The National Intelligence Estimate on the Iraq War.
The Jim Baker Iraq Study Group report.
The Mark Foley Ethics Committee investigation report.
Also, the IRS is postponing notification of back taxes to Katrina victims until after the election.
And the Agriculture Department's "Hunger Report" (usually released in October) has also been pushed back until after the election.
Man, if they are holding back the BAD NEWS until after the election, we're really in trouble.
All right, back to that teaser from the beginning of the posting.
Last time I spoke unfavorably of how some other intellectuals of the right have failed us by obstinately refusing to recognize their duty to stand up, when their nation and civilization needs them. (Indeed, to save their conservative movement from spiralling into hell.) One of those I’ve mentioned was George Will, who oscillates frenetically, between sage and rationalizing apologist. Recently, Will took a turn toward the former, when he wrote in a New York Times book review (10/06):
“Brooke Allen, an author and critic who has distilled her annoyance into “Moral Minority: Our Skeptical Founding Fathers.” It is a wonderfully high-spirited and informative polemic that, as polemics often do, occasionally goes too far. Her thesis is that the six most important founders — Franklin, Washington, Adams, Jefferson, Madison and Hamilton — subscribed, in different ways, to the watery and undemanding Enlightenment faith called deism. That doctrine appealed to rationalists by being explanatory but not inciting: it made the universe intelligible without arousing dangerous zeal.”
Here are some more excerpts from this piece by Will, who is apparently, like Bob Woodward, trying to redeem himself as the Old Union and the Enlightenment rebel against the monstrosity that conservatism has become,
“Eighteenth-century deists believed there was a God but, tellingly, they frequently preferred synonyms for him — “Almighty Being” or “Divine Author” (Washington) or “a Superior Agent” (Jefferson). Having set the universe in motion like a clockmaker, Providence might reward and punish, perhaps in the hereafter, but does not intervene promiscuously in human affairs. (Washington did see “the hand of Providence” in the result of the Revolutionary War.) Deists rejected the Incarnation, hence the divinity of Jesus. “Christian deist” is an oxymoron.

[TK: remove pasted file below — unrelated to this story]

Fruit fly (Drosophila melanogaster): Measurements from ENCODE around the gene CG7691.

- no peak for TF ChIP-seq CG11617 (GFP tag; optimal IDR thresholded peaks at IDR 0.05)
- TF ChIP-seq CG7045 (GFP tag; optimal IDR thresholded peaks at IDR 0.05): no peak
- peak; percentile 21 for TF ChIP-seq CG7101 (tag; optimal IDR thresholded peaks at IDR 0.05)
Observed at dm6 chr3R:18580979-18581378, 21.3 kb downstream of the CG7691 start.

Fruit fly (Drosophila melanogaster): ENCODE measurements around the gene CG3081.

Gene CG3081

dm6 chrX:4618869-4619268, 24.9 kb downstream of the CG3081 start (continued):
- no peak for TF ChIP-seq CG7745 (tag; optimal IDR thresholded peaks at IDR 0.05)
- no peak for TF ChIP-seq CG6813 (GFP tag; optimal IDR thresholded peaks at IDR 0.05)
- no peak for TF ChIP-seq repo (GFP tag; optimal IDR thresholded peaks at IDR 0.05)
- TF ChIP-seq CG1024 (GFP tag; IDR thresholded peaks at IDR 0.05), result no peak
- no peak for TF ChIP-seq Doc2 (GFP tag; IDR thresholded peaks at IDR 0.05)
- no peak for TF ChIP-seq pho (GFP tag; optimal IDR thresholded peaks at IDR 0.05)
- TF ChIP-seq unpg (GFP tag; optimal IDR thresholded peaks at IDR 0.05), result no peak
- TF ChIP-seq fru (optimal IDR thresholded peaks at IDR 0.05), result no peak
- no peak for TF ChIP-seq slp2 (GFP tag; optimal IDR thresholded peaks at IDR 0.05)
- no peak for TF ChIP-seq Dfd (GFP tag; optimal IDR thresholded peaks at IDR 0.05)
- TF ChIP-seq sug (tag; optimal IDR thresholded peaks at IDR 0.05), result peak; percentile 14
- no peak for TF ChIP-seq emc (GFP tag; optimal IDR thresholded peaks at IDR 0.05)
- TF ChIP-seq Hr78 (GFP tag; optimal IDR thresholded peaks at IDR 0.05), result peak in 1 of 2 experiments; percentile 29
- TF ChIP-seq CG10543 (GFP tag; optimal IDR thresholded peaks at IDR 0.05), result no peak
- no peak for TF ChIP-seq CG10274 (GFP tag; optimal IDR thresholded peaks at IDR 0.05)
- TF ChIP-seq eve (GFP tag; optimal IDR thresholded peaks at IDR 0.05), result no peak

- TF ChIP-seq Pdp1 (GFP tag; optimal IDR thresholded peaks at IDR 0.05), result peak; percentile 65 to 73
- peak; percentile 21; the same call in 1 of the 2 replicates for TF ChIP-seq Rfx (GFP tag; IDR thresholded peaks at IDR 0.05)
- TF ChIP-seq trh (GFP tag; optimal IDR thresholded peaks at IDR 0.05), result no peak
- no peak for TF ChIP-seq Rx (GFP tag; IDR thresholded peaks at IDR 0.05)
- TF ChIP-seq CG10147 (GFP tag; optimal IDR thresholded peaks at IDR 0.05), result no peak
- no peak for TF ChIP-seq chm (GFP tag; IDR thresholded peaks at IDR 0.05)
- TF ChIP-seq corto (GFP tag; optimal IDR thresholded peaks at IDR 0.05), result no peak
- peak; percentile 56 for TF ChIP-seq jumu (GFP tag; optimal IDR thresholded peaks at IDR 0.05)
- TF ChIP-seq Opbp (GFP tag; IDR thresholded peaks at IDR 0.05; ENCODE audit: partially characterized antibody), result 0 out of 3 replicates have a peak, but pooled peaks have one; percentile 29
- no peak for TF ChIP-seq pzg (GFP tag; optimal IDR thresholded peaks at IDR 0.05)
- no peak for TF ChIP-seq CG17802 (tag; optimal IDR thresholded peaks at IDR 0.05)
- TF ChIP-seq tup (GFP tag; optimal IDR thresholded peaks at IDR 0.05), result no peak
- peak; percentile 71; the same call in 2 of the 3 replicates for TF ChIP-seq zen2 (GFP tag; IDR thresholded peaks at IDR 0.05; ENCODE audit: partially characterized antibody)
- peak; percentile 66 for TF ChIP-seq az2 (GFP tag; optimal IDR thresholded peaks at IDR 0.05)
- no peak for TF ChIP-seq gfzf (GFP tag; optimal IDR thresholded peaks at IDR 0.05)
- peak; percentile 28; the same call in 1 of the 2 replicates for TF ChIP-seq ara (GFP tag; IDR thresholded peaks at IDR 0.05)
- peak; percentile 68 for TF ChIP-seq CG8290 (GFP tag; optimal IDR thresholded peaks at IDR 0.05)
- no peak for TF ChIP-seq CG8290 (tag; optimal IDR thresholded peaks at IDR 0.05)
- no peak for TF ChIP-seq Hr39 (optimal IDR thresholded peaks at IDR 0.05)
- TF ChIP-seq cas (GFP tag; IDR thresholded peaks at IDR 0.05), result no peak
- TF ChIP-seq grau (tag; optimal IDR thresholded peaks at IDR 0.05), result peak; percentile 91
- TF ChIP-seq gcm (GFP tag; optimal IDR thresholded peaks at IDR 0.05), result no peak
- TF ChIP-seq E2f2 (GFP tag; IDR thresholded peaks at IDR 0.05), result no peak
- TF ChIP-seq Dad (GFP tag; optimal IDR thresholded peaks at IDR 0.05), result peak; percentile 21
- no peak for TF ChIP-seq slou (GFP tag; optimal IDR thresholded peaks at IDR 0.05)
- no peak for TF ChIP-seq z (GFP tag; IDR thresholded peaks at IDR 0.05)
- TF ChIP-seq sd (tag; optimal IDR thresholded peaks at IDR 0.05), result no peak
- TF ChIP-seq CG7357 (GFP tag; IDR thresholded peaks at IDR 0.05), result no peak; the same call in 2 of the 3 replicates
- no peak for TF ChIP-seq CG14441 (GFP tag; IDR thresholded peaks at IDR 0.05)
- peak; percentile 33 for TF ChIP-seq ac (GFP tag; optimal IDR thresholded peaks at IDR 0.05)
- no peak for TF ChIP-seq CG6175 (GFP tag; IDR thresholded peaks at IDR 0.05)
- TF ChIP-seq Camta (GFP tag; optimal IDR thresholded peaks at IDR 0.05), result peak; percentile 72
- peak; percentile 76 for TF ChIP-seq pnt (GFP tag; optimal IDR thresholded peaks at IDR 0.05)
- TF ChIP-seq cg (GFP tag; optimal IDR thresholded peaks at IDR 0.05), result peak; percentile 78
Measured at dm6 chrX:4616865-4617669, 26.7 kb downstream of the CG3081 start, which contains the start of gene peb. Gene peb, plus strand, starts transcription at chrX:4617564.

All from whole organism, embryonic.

“What Allen calls Washington’s “famous gift of silence” was particularly employed regarding religion. But his behavior spoke. He would not kneel to pray, and when his pastor rebuked him for setting a bad example by leaving services before communion, Washington mended his ways in his austere manner: he stayed away from church on communion Sundays. He acknowledged Christianity’s “benign influence” on society, but no ministers were present and no prayers were uttered as he died a Stoic’s death.
“...In 1781, the Articles of Confederation acknowledged “the Great Governor of the World,” but six years later the Constitution made no mention of God. When Hamilton was asked why, he jauntily said, “We forgot.” Ten years after the Constitutional Convention, the Senate unanimously ratified a treaty with Islamic Tripoli that declared the United States government “is not in any sense founded on the Christian religion.”
... “Christianity, particularly its post-Reformation ferments, fostered attitudes and aptitudes associated with popular government. Protestantism’s emphasis on the individual’s direct, unmediated relationship with God, and the primacy of individual conscience and choice, subverted conventions of hierarchical societies in which deference was expected from the many toward the few. But beyond that, America’s founding owes much more to John Locke than to Jesus.”
And, finally, as long as we’re on the topic of sanctimonious hypocrisy... alas... there are downsides even to giggle news. While it seems righteous and right for the self-righteous to get comeuppance -- and specifically, for the president of the National Association of Evangelicals, Pastor Ted Haggard, to be revealed having had a three-year relationship with a male prostitute that include the use of crystal meth -- in fact, Pastor Ted has been among the leaders in the evangelical movement in drawing attention to the climate crisis. So even when we win... we lose.
Ah well. Nevertheless, the hypocrisy is too rich to let go. Dare your friends to compare this to Monica-gate... at any level, and by any criterion, whatsoever. Watch the contortions ensue!
On second thought... maybe we should stop trying to convert “sincere conservatives” at this point. If they haven’t yet realized what’s going on... that it is time to take great-grandpa’s blue uniform out of the trunk and put it on, while singing the “Battle Hymn of the Republic”... then they have already decided which country and century they want to live in. And it ain’t America. And it ain’t the future.
Turn your efforts to get-out-the-vote. Check on your friends till they find your nagging irksome. Prod the angry cynics off their lazy duffs and drag them to the polls.
"The only thing we have to fear is fear itself."
Franklin D. Roosevelt
"The only thing we have is fear."
George W. Bush
People. We have done better.
We can do better.